195 Anywhere in memory, kmalloc a buffer or store it
196 in the device descriptor. You are guaranteed that the
197 contents of memory will be restored and accessible
198 before resume, even when the system suspends to disk.
200 Q: What do I need to do for ACPI vs. APM vs. etc?
202 Drivers need not be aware of the specific power management
203 technology that is active. They just need to be aware
204 of when the overlying power management system requests
205 that they suspend or resume.
207 Q: What about device dependencies?
209 When a driver registers a device, the power management
210 subsystem uses the information provided to build a
211 tree of device dependencies (eg. USB device X is on
212 USB controller Y which is on PCI bus Z) When power
213 management wants to suspend a device, it first sends
214 a suspend request to its driver, then the bus driver,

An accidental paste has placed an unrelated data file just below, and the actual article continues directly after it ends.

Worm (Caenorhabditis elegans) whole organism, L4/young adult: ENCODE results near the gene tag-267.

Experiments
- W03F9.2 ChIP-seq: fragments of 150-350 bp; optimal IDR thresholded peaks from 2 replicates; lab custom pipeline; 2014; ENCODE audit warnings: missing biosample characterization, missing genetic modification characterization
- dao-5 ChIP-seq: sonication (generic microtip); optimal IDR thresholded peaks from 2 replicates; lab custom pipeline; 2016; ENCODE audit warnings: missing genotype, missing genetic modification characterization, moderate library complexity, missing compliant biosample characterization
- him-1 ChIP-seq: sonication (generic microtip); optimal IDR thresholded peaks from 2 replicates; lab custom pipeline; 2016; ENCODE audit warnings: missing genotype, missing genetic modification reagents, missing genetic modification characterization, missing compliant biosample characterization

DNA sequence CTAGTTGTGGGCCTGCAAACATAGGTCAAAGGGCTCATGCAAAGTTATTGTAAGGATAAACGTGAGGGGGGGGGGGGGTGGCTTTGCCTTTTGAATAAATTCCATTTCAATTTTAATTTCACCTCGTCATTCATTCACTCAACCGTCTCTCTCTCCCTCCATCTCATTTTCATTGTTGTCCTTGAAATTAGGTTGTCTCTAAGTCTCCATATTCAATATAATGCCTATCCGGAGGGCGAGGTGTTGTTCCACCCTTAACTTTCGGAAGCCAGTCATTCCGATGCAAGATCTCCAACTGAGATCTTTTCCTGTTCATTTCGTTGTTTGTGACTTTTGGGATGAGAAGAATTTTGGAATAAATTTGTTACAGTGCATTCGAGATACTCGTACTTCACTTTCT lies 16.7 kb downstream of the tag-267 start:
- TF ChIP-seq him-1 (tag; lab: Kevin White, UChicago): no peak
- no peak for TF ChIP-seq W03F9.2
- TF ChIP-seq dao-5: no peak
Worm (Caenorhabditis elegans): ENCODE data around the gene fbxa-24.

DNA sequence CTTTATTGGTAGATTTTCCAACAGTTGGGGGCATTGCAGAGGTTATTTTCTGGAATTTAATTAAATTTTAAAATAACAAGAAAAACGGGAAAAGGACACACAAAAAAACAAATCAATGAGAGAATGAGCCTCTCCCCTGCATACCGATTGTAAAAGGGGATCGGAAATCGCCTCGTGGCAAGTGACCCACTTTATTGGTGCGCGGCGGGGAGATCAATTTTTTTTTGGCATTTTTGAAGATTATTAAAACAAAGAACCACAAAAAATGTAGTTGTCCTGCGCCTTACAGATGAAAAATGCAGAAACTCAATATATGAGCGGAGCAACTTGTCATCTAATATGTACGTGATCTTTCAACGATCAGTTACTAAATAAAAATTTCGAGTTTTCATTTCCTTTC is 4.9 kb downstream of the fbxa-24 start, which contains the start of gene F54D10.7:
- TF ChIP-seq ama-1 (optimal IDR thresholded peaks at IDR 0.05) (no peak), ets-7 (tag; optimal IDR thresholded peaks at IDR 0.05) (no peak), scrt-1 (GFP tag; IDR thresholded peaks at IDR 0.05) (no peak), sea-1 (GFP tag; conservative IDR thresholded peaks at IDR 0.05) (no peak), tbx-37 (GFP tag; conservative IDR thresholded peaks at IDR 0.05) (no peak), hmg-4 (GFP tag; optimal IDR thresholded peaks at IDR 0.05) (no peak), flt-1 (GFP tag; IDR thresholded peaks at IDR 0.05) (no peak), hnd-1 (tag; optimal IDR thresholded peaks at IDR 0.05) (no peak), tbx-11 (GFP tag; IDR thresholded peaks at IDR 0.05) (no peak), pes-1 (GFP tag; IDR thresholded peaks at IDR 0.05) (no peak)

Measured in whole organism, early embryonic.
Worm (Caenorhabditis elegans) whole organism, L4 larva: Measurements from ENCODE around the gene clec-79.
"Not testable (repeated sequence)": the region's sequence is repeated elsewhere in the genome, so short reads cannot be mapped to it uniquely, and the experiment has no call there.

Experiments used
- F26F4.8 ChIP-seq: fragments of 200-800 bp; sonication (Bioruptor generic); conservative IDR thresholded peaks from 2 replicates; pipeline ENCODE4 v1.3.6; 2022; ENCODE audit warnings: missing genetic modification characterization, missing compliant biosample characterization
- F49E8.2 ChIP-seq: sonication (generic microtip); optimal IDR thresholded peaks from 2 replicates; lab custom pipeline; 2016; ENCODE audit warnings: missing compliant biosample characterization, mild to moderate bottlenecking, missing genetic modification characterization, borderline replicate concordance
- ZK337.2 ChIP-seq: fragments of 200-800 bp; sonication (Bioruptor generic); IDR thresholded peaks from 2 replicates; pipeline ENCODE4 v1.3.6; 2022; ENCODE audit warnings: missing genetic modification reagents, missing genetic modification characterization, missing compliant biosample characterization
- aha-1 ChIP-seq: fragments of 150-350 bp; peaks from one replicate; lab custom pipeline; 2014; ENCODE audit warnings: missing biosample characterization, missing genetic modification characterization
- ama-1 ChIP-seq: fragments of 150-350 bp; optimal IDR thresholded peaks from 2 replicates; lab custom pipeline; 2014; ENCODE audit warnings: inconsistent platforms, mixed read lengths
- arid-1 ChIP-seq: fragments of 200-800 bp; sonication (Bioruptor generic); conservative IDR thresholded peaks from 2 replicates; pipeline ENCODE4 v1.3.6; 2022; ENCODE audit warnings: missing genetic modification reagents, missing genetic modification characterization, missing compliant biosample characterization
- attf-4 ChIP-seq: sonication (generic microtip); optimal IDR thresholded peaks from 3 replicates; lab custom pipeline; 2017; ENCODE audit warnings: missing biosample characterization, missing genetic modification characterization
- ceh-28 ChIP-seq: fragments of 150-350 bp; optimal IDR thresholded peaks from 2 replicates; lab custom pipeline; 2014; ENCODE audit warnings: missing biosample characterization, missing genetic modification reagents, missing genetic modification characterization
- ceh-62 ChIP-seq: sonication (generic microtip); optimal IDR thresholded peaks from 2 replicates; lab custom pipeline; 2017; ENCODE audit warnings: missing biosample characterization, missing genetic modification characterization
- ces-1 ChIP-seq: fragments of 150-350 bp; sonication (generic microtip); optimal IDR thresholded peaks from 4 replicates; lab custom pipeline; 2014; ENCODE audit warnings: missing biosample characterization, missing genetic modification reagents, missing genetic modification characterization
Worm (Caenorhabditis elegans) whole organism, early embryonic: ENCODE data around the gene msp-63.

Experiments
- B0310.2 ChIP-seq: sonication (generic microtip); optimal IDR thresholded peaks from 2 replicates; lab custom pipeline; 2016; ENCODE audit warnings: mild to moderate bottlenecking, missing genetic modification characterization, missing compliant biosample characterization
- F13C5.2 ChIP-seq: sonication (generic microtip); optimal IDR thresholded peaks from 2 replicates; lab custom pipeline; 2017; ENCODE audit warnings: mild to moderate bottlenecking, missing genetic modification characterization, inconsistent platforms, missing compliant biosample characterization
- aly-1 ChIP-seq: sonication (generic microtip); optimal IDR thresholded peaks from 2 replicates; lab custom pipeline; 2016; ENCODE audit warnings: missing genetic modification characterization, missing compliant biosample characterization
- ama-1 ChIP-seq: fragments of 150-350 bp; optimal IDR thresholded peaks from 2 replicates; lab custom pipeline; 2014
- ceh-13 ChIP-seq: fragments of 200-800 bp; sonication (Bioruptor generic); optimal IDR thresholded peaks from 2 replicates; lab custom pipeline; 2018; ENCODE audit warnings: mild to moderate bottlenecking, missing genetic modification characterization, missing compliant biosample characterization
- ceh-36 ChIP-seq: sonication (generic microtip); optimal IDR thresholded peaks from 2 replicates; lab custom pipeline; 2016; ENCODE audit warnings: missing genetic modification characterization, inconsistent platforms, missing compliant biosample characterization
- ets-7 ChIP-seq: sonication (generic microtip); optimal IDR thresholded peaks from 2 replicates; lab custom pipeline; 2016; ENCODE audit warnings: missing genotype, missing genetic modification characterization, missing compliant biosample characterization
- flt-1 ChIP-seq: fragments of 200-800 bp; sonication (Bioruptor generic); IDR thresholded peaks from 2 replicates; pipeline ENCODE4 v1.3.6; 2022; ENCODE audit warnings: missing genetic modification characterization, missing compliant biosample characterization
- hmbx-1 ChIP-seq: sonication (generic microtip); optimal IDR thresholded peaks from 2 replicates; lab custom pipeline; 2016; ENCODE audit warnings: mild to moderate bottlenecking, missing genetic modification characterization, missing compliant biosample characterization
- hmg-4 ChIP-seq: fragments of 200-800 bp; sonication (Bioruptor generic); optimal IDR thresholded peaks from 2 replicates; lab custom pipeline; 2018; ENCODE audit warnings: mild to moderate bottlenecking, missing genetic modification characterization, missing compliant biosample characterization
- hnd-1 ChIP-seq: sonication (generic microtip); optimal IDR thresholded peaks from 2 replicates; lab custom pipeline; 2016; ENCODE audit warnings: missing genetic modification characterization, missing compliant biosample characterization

215 and so on up to the system bus. Device resumes
216 proceed in the opposite direction.
218 Q: Who do I contact for additional information about
219 enabling power management for my specific driver/device?
221 ACPI Development mailing list: linux-acpi@vger.kernel.org
223 System Interface -- OBSOLETE, DO NOT USE!
224 ----------------*************************
225 If you are providing new power management support to Linux (ie.
226 adding support for something like APM or ACPI), you should
227 communicate with drivers through the existing generic power
228 management interface.
230 /*
231 * Send a request to all devices
232 *
233 * Parameters:
234 * rqst - request type
235 * data - data, if any, associated with the request
236 *
237 * Returns: 0 if the request is successful
238 * See "pm_callback" return for errors
239 *
240 * Details: Walk list of registered devices and call pm_send
241 * for each until complete or an error is encountered.
242 * If an error is encountered for a suspend request,
243 * return all devices to the state they were in before
244 * the suspend request.
245 */
246 int pm_send_all(pm_request_t rqst, void *data);
248 /*
249 * Find a matching device
250 *
251 * Parameters:
252 * type - device type (PCI device, system device, or 0 to match all devices)
253 * from - previous match or NULL to start from the beginning
254 *
255 * Returns: Matching device or NULL if none found
256 */
257 struct pm_dev *pm_find(pm_dev_t type, struct pm_dev *from);